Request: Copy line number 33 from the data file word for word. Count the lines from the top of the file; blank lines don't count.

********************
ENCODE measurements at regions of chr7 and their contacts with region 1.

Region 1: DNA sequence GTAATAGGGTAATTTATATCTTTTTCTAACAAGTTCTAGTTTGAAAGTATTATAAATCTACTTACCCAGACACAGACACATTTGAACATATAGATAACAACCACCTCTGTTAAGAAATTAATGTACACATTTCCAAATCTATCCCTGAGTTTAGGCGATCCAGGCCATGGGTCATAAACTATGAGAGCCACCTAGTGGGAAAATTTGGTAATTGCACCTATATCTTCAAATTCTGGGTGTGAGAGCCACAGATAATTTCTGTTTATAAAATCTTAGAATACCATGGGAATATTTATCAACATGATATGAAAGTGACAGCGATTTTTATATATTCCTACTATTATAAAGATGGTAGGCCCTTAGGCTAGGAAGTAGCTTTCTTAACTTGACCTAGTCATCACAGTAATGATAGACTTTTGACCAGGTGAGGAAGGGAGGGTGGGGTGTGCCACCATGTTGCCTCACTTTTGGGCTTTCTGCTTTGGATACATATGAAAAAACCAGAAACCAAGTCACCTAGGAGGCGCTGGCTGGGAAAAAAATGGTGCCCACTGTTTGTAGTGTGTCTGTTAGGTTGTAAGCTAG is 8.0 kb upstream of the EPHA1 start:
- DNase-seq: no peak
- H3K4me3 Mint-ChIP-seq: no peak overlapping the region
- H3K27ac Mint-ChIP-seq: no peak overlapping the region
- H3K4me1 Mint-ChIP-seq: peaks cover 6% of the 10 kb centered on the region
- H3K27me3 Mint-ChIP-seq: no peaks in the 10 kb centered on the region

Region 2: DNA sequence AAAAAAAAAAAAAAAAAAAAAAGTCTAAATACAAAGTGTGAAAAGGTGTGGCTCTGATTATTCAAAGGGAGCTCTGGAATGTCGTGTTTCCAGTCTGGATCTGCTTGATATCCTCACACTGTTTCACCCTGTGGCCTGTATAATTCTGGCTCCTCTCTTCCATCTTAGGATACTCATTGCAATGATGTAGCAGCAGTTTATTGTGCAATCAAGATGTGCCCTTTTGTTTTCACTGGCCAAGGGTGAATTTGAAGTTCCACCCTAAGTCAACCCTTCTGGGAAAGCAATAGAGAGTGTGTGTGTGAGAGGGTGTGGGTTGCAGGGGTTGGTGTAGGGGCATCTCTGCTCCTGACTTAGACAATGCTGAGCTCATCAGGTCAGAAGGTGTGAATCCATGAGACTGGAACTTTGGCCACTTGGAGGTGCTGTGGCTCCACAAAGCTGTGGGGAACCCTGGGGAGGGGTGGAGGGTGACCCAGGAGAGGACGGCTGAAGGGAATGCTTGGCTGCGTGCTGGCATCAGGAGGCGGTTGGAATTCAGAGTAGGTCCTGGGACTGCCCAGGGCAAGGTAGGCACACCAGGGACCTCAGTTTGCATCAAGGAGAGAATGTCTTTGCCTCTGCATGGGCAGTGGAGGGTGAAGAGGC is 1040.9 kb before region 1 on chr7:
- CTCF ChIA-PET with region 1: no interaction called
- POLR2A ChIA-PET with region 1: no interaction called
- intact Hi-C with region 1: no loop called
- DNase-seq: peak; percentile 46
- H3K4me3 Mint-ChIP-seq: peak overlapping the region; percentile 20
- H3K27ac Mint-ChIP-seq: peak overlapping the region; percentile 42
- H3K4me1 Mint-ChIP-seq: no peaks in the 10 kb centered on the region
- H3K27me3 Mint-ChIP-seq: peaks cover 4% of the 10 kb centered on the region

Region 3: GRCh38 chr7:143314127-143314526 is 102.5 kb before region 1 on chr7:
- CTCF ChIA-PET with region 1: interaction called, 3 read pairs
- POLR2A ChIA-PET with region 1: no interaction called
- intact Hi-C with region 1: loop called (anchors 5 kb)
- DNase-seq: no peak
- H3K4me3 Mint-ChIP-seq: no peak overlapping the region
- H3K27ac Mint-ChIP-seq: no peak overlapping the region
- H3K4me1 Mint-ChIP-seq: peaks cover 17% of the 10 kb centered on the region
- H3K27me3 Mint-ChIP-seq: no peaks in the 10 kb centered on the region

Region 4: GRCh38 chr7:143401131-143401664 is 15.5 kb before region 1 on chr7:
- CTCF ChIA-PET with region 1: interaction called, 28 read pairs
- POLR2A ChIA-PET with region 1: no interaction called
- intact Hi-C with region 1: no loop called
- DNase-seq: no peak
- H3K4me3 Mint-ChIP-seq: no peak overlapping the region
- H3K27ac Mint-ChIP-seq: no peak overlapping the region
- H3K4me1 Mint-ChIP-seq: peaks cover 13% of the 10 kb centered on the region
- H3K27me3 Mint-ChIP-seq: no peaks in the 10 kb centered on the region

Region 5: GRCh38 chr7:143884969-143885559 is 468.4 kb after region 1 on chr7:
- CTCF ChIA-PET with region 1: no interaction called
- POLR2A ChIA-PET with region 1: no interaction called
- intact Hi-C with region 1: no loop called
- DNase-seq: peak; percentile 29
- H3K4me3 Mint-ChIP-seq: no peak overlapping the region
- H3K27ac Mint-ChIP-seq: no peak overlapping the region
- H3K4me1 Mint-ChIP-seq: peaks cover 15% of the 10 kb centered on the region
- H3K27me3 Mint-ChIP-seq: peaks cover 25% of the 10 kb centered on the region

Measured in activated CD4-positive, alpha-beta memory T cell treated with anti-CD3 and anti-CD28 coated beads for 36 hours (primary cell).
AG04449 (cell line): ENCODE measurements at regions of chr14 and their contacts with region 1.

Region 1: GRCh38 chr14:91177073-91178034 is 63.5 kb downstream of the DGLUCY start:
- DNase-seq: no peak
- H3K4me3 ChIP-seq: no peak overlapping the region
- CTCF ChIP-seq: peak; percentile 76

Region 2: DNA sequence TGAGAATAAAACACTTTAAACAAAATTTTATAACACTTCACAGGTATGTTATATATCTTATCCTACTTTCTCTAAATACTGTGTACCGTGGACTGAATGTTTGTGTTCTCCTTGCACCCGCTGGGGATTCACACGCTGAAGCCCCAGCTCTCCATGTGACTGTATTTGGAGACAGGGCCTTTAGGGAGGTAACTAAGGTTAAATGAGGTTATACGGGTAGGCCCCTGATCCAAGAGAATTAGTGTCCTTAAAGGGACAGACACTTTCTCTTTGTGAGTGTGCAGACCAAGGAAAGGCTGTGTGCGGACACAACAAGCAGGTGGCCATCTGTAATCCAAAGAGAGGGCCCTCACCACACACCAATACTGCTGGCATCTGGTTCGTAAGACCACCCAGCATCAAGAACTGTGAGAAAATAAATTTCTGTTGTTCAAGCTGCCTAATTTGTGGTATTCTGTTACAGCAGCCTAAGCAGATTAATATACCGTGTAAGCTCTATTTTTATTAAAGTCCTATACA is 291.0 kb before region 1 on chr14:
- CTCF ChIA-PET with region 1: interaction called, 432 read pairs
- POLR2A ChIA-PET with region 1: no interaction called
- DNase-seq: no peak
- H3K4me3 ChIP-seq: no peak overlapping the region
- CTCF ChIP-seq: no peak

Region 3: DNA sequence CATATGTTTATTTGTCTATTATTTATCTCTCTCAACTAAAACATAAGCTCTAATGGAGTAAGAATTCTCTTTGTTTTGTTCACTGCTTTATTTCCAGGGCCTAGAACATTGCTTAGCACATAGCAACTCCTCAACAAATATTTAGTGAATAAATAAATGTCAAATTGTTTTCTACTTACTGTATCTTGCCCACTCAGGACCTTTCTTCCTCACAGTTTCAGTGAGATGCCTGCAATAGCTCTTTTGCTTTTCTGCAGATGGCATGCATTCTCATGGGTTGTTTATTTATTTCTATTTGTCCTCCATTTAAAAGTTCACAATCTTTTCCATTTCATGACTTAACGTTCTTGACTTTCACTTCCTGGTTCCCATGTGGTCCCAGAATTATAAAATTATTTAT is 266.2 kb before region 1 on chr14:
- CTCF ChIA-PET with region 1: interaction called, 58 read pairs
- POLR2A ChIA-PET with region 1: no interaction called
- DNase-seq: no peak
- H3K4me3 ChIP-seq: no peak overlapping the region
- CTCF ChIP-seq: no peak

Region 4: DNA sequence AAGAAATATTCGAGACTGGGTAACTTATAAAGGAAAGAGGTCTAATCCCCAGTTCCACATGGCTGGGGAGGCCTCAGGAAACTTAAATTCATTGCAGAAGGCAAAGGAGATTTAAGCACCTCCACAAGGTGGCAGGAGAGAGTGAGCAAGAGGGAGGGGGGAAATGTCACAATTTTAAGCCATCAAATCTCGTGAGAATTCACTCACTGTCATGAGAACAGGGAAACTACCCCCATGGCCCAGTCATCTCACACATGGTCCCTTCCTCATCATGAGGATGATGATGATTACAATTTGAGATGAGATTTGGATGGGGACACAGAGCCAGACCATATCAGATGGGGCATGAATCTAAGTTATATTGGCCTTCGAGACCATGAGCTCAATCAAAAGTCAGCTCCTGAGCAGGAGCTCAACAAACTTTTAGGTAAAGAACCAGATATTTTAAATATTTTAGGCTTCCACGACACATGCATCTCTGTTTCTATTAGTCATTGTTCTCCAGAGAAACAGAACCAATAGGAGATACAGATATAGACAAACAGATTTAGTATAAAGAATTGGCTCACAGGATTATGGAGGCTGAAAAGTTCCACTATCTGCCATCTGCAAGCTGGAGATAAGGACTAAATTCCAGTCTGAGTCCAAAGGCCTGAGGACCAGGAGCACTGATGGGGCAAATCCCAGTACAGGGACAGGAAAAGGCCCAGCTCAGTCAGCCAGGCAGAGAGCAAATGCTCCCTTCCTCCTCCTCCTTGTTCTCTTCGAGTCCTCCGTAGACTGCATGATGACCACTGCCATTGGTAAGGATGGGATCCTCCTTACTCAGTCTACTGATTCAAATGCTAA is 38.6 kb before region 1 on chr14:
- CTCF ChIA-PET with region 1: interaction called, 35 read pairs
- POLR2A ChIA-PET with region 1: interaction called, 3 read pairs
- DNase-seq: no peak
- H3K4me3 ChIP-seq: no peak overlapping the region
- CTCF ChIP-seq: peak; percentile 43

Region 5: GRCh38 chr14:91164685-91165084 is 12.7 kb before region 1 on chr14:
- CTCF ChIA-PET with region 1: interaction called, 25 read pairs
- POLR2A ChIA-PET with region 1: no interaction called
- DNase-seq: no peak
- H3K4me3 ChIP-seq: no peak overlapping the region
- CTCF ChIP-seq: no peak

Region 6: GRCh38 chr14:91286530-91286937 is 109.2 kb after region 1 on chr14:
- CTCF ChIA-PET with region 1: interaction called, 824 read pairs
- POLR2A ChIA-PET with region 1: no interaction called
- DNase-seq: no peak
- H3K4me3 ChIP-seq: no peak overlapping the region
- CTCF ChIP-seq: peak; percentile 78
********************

- H3K4me1 Mint-ChIP-seq: peaks cover 13% of the 10 kb centered on the region